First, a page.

From: Guest Contributor. Scott Bennett
Published June 25, 2012 04:17 PM

33% More Solar Power in Early 2012

Brown lawns and hot weather seem to have come early in 2012. I noticed a few weeks ago we had a bonanza of sunny days, and as a homeowner with solar panels on my roof, I was curious to see how much electricity was generated. I looked online at my solar monitoring data, and saw that my energy production was doing well in the previous two weeks. When I looked at it in more detail, I was surprised to find that from January to May, my solar panels generated 23% more electricity in 2012 than the same time period in 2011. I thought that solar energy hitting the earth was consistent, so I wanted to find out if maybe this was just related to local weather patterns in my community.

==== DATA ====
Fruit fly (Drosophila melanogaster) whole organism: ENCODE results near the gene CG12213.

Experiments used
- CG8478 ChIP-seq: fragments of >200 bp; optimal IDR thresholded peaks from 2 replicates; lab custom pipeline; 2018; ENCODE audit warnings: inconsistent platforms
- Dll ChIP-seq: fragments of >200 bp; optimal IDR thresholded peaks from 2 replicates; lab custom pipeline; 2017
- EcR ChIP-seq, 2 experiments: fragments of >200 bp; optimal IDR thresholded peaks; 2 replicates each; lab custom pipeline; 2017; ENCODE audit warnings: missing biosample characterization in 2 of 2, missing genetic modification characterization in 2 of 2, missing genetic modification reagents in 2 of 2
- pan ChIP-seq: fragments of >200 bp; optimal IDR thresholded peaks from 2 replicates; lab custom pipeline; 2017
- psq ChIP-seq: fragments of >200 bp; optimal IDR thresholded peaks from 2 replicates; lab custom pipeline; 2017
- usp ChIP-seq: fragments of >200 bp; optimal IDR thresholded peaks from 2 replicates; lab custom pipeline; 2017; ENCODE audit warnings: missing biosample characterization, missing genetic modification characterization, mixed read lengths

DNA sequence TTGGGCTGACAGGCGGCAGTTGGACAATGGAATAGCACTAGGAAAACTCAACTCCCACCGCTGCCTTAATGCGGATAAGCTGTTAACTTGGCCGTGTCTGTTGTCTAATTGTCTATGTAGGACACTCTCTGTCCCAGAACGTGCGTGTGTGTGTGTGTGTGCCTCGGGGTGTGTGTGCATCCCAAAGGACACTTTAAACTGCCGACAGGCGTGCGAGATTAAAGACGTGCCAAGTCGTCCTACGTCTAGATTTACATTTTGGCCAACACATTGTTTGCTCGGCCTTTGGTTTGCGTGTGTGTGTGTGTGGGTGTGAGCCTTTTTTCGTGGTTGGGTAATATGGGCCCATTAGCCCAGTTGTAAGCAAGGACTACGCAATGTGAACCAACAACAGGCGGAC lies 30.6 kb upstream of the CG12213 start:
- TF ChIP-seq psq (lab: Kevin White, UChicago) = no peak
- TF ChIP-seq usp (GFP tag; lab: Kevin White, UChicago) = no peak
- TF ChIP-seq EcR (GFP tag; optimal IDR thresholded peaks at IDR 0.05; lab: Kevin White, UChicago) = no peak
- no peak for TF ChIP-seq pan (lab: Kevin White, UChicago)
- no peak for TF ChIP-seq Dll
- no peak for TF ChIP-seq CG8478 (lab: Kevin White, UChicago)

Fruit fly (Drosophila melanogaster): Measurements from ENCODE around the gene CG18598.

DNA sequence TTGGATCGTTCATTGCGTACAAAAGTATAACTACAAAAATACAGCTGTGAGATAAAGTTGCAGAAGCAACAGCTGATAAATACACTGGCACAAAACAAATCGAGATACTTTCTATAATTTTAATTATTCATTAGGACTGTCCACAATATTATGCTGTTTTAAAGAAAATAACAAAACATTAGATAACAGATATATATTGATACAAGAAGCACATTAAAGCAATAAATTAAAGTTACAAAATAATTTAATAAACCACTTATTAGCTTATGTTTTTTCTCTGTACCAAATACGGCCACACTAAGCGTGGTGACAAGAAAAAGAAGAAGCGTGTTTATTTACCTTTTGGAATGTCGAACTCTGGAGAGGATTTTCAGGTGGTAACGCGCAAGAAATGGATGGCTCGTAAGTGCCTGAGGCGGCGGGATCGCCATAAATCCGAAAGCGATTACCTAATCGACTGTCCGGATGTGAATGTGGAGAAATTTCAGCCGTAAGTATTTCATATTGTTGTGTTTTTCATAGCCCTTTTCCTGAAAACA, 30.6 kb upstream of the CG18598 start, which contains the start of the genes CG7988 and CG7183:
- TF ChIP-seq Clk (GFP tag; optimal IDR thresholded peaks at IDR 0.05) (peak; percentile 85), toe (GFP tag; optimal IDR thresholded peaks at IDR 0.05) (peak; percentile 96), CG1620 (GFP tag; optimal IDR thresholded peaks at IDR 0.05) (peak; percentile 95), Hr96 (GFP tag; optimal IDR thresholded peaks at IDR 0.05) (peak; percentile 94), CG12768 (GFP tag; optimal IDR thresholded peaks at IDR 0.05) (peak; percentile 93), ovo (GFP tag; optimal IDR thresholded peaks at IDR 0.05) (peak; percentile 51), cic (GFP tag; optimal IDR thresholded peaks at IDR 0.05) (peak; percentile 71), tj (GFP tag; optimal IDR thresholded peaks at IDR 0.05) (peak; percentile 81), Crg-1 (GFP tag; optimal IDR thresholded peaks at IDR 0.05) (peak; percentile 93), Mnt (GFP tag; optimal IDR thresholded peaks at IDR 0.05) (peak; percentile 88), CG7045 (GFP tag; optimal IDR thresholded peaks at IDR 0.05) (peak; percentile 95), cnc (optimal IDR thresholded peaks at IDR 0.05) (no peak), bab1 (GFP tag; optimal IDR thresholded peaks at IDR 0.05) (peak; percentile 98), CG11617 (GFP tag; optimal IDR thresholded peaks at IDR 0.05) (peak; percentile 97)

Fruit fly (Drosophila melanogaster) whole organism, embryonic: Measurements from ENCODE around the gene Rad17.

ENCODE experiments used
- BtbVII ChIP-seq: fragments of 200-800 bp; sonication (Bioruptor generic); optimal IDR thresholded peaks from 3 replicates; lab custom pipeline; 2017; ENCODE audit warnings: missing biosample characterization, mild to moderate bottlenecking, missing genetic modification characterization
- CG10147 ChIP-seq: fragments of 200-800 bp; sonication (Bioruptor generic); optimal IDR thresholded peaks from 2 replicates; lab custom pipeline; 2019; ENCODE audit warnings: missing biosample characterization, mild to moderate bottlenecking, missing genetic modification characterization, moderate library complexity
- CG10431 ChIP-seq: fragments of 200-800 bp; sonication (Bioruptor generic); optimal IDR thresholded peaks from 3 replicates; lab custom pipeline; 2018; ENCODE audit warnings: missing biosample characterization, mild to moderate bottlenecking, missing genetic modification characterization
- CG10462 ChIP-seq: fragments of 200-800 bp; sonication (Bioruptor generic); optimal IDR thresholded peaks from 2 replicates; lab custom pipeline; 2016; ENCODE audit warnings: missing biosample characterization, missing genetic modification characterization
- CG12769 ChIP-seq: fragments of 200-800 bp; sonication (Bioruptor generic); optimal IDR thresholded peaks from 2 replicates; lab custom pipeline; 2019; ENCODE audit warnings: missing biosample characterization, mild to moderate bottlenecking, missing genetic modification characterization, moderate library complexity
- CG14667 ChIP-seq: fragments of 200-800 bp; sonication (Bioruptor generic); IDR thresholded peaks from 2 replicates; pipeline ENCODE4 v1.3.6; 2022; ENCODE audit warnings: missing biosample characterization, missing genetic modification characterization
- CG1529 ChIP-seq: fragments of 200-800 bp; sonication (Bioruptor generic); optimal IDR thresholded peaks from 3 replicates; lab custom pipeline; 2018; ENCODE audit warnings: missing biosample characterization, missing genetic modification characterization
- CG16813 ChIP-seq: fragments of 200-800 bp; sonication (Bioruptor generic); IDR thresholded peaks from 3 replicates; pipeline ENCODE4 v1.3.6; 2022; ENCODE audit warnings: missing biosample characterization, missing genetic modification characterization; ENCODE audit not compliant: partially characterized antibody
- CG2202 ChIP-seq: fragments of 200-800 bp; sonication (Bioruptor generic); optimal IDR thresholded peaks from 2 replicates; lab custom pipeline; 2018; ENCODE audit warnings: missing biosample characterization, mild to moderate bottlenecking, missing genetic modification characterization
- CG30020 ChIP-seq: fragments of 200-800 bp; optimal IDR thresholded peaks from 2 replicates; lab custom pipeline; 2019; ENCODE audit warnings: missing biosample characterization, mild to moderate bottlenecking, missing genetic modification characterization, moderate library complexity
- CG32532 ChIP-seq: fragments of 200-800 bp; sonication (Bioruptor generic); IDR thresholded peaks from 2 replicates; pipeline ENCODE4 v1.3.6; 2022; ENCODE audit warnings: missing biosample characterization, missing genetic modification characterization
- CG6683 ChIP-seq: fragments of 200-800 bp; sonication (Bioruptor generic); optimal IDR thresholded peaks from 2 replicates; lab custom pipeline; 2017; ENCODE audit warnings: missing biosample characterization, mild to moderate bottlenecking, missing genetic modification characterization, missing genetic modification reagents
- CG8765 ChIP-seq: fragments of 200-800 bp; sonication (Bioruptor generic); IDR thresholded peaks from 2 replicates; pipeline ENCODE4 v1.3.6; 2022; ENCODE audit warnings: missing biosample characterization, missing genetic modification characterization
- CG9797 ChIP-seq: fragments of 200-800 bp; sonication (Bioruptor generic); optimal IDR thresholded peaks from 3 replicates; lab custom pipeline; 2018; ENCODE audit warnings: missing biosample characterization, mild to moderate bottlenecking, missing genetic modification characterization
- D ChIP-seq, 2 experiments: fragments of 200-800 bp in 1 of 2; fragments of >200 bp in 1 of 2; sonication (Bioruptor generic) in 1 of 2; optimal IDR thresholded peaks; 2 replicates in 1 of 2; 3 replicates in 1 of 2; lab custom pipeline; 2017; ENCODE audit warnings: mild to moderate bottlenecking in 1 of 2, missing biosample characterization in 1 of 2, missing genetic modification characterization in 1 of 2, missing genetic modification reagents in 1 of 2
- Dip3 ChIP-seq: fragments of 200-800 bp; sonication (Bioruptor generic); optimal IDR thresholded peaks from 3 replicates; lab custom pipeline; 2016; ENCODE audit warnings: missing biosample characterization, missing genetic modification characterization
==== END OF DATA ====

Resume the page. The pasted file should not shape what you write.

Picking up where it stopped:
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Curiosity drove me to look further, which uncovered an even larger surprise. I looked at solar power examples in other cities in Ontario to see how much power was generated from solar panels. I discovered some even higher numbers. A solar installation in Toronto for example produced 43% more electricity. A site in London, Ontario, produced 39% more. Even solar panels in Ottawa, which is further north, and receives more snow, saw a 20% increase in energy production.

There seems to be a link between the very warm spring we're having in 2012 and historical solar electricity generation. My analysis raised another question that I haven't found the answer to yet; can solar panel monitoring data be used to predict long term weather? Maybe time will tell.

For further information see Solar Monitoring.

Increased Solar Power image via Solar Diet.

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